Psalms 15:4

In whose eyes a vile person is despised; but he honors them that fear the LORD. He that swears to his own hurt, and changes not.
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Augustine of Hippo

AD 430
4. "The malicious one hath been brought to nought in his sight" (ver. 4). This is perfection, that the malicious one have no force against a man; and that this be "in his sight;" that is, that he know most surely that the malicious is not, save when the mind turns itself away from the eternal and immutable form of her own Creator to the form of the creature, which was made out of nothing. "But those that fear the Lord, He glorifieth:" the Lord Himself, that is. Now "the fear of the Lord is the beginning of wisdom." As then the things above belong to the perfect, so what he is now going to say belongs to beginners.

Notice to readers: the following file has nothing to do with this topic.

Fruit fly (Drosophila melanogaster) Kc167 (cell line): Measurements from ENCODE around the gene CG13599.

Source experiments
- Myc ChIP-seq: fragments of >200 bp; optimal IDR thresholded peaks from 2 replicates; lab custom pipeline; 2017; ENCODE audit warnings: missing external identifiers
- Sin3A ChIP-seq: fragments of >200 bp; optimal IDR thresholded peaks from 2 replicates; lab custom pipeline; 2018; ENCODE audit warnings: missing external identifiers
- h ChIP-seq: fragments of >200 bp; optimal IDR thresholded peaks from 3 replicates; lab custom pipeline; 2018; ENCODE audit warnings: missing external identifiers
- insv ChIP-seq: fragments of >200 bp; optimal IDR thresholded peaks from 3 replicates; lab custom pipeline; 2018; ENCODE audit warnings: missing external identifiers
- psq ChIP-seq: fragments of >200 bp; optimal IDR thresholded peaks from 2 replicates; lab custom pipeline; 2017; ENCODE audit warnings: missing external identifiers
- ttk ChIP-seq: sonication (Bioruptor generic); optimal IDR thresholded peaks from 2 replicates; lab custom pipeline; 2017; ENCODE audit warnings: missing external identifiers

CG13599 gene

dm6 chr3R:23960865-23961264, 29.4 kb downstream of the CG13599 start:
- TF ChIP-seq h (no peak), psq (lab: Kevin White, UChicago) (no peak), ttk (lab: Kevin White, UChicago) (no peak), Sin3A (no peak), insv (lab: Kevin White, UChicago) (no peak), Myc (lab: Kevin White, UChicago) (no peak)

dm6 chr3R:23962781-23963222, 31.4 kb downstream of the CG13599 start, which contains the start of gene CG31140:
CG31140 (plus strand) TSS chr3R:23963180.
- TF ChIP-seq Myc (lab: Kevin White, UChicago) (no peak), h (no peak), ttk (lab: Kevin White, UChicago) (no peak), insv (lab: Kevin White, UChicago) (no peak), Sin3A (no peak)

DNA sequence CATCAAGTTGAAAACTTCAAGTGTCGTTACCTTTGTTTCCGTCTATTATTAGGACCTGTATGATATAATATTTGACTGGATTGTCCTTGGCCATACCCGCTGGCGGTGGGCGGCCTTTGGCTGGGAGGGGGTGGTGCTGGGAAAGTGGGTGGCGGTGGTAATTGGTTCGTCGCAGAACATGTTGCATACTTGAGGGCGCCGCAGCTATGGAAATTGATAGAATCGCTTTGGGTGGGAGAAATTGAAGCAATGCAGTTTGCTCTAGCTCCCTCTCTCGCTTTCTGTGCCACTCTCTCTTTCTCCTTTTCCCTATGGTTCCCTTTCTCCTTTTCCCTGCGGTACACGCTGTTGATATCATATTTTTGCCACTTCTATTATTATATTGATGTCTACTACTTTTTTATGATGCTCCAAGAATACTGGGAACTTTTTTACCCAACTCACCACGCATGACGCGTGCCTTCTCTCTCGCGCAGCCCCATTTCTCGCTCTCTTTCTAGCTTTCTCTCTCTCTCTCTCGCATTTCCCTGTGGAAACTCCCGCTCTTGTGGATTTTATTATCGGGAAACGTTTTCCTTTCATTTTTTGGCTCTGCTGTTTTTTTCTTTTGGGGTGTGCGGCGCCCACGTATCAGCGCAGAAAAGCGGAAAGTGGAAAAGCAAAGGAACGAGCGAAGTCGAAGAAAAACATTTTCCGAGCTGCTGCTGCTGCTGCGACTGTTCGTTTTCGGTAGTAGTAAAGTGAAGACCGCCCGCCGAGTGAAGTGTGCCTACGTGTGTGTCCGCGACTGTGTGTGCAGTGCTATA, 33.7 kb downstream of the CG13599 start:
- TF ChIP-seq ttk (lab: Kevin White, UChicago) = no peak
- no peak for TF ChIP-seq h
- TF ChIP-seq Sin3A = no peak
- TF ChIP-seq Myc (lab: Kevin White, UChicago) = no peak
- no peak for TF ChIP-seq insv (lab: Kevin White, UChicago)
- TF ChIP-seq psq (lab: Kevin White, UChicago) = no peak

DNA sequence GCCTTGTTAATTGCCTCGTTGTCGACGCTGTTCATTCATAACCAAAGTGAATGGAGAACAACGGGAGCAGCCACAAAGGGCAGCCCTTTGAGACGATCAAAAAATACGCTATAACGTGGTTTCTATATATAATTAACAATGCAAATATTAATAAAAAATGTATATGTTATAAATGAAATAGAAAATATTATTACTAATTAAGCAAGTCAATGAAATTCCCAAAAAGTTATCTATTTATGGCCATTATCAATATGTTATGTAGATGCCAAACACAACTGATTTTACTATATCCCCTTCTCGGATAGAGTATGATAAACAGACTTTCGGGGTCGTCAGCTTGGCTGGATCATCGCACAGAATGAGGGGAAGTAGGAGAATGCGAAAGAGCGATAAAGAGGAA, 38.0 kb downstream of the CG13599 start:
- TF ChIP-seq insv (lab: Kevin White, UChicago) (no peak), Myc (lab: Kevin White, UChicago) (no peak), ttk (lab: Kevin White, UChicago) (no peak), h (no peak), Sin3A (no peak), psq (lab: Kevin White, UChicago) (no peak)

George Leo Haydock

AD 1849
Nothing. He despises all wickedness, though done by kings, whose power he considers as the means of destruction, 1 Kings xv. 26., and Luke xxiii. 9. The wicked dares not appear before an upright judge, like David, Psalm c. 2. Hebrew may be "the wicked is despised. "(St. Jerome) (Haydock) Those who follow the Jews, have "he thinks meanly of himself "which is very good; but the sense of the Vulgate seems more pointed, (Calmet) though the other contains a noble maxim of the gospel. (Berthier) Protestants, "in whose eyes a vile person is contemned. "The sinner is the only person who is truly vile, in the opinion of the just, who forms not his opinion on outward appearances. (Haydock) Lord. Glory is the reward of good works. (Worthington) Neighbour. This sense is conformable to the Hebrew without points, (Geneb.) and more beautiful than that of the Rabbins, "against his own interest "(Junius) "to do evil "(Ainsworth) "friendship "(Symmachus) or "to afflict himself. "(St. Jerome) We fin...

Knowing this first, that no prophecy of the scripture is of any private interpretation - 2 Peter 1:20

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